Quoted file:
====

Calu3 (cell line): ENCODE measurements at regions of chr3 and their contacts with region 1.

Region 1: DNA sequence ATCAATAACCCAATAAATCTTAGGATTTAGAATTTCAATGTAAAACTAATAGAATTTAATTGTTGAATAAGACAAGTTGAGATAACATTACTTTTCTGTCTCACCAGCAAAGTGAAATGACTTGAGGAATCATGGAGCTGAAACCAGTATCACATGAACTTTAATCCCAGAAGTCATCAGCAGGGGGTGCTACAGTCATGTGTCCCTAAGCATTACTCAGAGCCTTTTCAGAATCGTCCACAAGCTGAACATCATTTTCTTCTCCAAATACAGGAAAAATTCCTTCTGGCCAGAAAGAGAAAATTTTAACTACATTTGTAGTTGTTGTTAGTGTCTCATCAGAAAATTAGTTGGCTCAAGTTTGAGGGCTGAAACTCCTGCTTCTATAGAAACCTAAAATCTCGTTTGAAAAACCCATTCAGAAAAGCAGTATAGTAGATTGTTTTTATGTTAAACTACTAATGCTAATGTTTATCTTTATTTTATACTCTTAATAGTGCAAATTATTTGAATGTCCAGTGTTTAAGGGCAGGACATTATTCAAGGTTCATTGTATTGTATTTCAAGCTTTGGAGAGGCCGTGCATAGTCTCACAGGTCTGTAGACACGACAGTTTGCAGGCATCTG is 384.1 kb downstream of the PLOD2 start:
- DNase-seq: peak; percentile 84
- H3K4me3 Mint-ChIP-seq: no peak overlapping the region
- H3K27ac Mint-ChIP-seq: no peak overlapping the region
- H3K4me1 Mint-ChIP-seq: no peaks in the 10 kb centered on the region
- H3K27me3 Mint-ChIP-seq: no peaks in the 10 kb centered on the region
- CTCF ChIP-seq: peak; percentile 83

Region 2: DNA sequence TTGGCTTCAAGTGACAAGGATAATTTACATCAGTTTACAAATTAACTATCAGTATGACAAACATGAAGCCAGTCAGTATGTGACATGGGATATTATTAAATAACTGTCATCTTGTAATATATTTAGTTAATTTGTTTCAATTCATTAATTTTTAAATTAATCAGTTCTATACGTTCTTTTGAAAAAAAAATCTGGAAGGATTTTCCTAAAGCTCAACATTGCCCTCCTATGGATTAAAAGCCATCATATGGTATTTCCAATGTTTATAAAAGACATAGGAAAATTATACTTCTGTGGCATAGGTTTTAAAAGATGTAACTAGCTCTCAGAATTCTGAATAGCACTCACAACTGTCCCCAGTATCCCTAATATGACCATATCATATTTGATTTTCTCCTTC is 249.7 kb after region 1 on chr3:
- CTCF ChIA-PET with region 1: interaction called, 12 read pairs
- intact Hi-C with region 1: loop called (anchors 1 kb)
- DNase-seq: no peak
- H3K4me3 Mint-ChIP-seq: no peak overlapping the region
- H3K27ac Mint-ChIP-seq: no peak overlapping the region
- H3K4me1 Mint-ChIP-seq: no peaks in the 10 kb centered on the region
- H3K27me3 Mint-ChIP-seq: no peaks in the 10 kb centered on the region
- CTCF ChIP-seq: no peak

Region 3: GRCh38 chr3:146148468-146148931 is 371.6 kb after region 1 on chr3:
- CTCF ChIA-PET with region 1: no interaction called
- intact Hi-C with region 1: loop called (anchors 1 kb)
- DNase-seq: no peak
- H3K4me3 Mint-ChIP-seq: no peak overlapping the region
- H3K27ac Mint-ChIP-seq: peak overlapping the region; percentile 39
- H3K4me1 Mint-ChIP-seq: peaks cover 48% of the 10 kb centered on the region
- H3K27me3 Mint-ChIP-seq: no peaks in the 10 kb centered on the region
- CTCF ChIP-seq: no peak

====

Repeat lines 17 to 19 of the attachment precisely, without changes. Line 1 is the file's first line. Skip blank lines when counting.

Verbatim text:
- CTCF ChIP-seq: no peak

Region 3: GRCh38 chr3:146148468-146148931 is 371.6 kb after region 1 on chr3:
- CTCF ChIA-PET with region 1: no interaction called